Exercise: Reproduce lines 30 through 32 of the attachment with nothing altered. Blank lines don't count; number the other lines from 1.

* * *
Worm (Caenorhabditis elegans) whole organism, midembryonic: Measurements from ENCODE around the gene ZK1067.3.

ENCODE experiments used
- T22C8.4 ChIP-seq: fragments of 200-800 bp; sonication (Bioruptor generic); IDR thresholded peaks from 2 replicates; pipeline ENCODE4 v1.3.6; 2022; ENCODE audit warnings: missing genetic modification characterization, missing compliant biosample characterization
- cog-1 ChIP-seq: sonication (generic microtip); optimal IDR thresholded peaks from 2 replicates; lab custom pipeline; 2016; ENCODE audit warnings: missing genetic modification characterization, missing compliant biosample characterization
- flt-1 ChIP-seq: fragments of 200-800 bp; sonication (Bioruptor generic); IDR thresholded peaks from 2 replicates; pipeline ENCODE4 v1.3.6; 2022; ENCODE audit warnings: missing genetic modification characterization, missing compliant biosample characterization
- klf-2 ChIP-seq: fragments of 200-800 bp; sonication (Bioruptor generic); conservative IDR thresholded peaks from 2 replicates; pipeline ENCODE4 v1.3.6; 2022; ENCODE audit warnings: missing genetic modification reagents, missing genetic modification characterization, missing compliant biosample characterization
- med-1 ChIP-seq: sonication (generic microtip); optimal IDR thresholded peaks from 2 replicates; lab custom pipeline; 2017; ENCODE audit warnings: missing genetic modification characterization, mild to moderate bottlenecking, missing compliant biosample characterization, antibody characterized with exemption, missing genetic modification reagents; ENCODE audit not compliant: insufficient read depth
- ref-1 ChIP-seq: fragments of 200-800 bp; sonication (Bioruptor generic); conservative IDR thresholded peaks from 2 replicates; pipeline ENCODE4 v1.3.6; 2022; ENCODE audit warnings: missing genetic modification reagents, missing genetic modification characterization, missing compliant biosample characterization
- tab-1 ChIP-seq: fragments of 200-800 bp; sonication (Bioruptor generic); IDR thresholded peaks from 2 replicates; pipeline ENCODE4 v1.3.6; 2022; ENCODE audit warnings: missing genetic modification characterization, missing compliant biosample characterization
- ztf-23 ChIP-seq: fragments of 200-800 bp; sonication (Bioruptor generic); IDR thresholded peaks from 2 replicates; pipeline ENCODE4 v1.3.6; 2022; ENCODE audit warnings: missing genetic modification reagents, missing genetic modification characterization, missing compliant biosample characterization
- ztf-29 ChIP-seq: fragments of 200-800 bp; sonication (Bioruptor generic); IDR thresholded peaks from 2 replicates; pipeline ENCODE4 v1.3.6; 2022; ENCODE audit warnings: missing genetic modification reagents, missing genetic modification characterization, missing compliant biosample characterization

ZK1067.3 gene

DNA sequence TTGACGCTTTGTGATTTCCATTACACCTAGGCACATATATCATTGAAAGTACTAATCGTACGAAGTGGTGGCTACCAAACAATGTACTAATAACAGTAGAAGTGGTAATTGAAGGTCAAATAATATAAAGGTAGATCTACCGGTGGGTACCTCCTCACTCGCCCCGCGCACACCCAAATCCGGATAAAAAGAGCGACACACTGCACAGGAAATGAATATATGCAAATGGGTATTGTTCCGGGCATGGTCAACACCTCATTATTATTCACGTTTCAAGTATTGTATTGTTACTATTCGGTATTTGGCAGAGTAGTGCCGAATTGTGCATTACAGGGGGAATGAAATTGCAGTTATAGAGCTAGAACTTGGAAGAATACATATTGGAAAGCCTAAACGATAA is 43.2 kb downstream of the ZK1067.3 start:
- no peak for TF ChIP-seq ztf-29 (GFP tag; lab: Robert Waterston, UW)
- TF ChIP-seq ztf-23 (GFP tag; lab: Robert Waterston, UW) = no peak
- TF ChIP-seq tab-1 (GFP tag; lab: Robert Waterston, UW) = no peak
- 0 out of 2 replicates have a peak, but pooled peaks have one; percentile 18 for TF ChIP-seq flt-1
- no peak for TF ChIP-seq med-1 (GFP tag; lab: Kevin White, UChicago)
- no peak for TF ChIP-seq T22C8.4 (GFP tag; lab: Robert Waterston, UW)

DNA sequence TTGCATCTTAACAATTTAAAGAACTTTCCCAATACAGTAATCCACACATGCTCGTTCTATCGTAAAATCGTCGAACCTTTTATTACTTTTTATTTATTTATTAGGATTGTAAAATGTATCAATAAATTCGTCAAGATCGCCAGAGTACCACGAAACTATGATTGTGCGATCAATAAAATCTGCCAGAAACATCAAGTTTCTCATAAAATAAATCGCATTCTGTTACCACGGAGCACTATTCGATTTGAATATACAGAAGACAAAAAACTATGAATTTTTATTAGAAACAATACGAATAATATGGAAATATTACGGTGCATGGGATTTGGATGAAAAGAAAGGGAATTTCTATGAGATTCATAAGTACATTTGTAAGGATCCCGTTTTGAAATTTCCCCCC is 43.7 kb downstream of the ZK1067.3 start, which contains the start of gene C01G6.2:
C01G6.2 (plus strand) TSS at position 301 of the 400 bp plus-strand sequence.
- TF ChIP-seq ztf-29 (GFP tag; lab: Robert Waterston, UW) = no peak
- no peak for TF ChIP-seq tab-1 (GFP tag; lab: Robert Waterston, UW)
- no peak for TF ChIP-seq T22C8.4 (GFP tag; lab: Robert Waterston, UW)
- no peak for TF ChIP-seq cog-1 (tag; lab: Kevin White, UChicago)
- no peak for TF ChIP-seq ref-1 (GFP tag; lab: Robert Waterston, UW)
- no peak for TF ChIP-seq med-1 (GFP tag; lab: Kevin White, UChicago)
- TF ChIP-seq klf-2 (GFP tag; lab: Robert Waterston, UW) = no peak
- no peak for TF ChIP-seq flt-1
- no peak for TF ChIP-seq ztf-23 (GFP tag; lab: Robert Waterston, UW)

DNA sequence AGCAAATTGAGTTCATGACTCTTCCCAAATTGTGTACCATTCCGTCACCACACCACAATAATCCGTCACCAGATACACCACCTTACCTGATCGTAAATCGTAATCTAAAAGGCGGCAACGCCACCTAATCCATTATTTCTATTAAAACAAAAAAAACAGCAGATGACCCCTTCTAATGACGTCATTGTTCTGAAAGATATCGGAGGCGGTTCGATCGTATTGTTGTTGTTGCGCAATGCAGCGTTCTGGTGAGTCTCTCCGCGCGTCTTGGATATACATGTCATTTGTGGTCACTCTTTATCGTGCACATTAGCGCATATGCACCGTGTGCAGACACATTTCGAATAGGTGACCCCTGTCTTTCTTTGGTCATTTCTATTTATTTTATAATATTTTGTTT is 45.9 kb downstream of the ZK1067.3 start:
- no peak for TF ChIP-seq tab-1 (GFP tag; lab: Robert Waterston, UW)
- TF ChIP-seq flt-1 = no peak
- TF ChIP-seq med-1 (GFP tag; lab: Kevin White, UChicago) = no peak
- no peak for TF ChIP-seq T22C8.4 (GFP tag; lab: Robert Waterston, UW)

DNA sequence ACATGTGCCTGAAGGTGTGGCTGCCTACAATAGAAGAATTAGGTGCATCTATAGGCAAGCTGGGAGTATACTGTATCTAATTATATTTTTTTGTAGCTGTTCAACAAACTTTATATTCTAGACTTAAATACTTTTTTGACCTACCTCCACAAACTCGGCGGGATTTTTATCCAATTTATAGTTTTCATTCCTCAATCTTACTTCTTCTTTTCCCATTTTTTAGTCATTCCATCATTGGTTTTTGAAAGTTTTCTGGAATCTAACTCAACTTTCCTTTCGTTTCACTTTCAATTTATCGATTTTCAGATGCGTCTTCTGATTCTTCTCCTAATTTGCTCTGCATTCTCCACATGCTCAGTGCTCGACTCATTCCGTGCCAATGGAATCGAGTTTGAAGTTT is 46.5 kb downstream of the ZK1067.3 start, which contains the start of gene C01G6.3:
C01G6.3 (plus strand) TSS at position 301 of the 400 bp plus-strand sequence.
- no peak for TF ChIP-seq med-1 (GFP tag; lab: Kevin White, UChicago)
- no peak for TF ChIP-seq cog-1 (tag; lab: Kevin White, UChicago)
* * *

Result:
- no peak for TF ChIP-seq ztf-23 (GFP tag; lab: Robert Waterston, UW)

DNA sequence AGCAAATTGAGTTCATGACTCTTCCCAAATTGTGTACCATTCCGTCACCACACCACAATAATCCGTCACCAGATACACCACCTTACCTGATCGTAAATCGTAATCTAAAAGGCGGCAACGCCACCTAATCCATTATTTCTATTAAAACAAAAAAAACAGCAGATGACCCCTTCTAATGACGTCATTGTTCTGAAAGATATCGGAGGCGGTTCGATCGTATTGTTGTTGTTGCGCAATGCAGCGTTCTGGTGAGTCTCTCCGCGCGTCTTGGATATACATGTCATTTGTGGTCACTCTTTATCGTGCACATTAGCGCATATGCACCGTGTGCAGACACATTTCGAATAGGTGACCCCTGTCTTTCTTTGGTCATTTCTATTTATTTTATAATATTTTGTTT is 45.9 kb downstream of the ZK1067.3 start:
- no peak for TF ChIP-seq tab-1 (GFP tag; lab: Robert Waterston, UW)